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Spectrin mutations cause spinocerebellar ataxia type 5

Abstract

We have discovered that β-III spectrin (SPTBN2) mutations cause spinocerebellar ataxia type 5 (SCA5) in an 11-generation American kindred descended from President Lincoln's grandparents and two additional families. Two families have separate in-frame deletions of 39 and 15 bp, and a third family has a mutation in the actin/ARP1 binding region. β-III spectrin is highly expressed in Purkinje cells and has been shown to stabilize the glutamate transporter EAAT4 at the surface of the plasma membrane. We found marked differences in EAAT4 and GluRδ2 by protein blot and cell fractionation in SCA5 autopsy tissue. Cell culture studies demonstrate that wild-type but not mutant β-III spectrin stabilizes EAAT4 at the plasma membrane. Spectrin mutations are a previously unknown cause of ataxia and neurodegenerative disease that affect membrane proteins involved in glutamate signaling.

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Figure 1: Pedigree of the Lincoln SCA5 family.
Figure 2: Mapping and cloning SCA5 mutations.
Figure 3: The three SCA5 mutations and β-III spectrin expression.
Figure 4: Protein blots, immunohistochemistry and TIRF microscopy demonstrate effects of mutant β-III spectrin on EAAT4.

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Acknowledgements

We would like to thank family members for their participation, L.F. Schut, J. Wayne and D. Bary for help with clinics, H. Orr for critically reading our manuscript and contributing the B05 mice, J. Brennan for help with trafficking analysis, E. Denis for technical assistance and Kazusa DNA Research Institute for the spectrin cDNA clone KIAA0302. We also thank E. Rubin, C. Pearson, L. Lanier, S. Conner, L. Chen and T. Hays for helpful discussions. We acknowledge funding from the Programme Hospitalier de Recherche Clinique (A.D.), the Verum Foundation (A.B.), the European Community (European Integrated Project on Spinocerebellar Ataxias (EUROSCA)) (A.B.), the National Ataxia Foundation (Y.I., J.W.D. and L.P.W.R.), the Bob Allison Ataxia Research Center (L.P.W.R.), the Minnesota Medical Foundation (J.W.D.) and the US National Institutes of Health (J.D.R. and L.P.W.R.).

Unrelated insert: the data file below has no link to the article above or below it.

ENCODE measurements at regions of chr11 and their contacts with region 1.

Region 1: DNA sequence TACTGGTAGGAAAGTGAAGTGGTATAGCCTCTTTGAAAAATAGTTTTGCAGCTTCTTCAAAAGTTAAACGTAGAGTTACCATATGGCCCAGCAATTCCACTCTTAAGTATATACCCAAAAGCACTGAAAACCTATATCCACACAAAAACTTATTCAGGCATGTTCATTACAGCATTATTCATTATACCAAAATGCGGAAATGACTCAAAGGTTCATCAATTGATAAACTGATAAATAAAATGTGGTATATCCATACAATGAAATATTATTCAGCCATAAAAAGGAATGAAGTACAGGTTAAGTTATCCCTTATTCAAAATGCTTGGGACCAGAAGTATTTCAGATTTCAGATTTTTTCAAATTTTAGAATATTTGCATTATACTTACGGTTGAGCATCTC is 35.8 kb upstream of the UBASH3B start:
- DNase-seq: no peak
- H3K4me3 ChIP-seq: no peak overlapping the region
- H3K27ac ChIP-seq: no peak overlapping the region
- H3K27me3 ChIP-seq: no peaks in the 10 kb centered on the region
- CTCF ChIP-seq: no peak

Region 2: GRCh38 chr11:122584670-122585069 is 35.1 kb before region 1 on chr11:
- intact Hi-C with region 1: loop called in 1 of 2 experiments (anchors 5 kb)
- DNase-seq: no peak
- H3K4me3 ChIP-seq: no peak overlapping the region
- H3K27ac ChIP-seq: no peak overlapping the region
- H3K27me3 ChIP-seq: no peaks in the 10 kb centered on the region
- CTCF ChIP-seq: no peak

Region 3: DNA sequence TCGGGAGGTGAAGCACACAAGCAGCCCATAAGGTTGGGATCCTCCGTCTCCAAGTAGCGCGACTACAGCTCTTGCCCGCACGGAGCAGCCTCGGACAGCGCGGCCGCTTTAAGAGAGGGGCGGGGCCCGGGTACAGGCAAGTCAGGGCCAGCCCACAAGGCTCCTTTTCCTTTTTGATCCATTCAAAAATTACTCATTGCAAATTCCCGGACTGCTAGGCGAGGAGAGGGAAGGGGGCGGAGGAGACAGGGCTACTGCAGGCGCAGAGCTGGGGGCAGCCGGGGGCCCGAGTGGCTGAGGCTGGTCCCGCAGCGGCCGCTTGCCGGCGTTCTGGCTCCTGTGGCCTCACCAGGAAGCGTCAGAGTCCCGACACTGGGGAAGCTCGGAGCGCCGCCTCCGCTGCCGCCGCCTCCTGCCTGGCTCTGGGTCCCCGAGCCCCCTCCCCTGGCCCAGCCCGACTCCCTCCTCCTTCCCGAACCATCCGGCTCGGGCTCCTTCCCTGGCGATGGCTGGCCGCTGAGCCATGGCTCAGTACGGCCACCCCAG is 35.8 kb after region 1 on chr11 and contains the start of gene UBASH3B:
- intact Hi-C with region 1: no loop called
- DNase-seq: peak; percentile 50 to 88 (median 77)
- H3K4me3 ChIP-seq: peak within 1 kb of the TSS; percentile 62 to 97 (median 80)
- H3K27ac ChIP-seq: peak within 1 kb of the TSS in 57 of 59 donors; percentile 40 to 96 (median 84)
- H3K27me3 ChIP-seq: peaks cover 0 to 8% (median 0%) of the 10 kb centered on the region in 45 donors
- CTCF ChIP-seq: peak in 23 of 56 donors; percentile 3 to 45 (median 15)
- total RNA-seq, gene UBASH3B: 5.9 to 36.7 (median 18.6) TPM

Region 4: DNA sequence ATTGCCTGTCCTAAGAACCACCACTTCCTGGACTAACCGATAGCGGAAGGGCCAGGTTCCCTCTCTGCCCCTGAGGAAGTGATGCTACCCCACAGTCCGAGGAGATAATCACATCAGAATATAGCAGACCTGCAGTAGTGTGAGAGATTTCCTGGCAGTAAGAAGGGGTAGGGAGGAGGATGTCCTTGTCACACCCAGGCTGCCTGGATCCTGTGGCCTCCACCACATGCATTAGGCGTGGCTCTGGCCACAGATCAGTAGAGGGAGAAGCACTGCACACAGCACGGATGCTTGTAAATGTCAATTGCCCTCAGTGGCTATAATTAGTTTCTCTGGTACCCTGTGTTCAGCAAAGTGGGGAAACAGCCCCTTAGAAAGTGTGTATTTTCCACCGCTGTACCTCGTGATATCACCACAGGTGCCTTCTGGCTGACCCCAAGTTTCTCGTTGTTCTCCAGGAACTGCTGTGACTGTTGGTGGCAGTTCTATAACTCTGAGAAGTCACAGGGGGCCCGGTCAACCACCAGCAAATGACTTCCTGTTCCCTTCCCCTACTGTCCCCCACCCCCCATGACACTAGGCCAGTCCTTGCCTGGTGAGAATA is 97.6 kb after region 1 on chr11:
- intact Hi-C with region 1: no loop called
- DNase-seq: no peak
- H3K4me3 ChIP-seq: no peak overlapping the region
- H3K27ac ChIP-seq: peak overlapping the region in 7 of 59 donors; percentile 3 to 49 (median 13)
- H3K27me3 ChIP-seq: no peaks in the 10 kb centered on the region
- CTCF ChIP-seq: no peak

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Correspondence to Laura P W Ranum.

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Supplementary information

Supplementary Figure 1

Subcellular distribution of EAAT4 and GluRδ2. (PDF 1722 kb)

Supplementary Table 1

Summary of DNA sequence variations of exons found in 3 BAC regions. (PDF 91 kb)

Supplementary Table 2

Primer sequences and PCR conditions. (PDF 101 kb)

Supplementary Video 1

Lateral trafficking of eGFP-EAAT4 in HEK293 cells. (MOV 744 kb)

Supplementary Video 2

Lateral trafficking of eGFP-EAAT4 in HEK293 cells co-transfected with wildtype β-III spectrin. (MOV 117 kb)

Supplementary Video 3

Lateral trafficking of eGFP-EAAT4 in HEK293 cells co-transfected with the mutant β-III spectrin. (MOV 317 kb)

Supplementary Video 4

Lateral trafficking of eGFP-EAAT3 in HEK293 cells. (MOV 291 kb)

Supplementary Video 5

Lateral trafficking of eGFP-EAAT3 in HEK293 cells co-transfected with wildtype β-III spectrin. (MOV 187 kb)

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Ikeda, Y., Dick, K., Weatherspoon, M. et al. Spectrin mutations cause spinocerebellar ataxia type 5. Nat Genet 38, 184–190 (2006). https://doi.org/10.1038/ng1728

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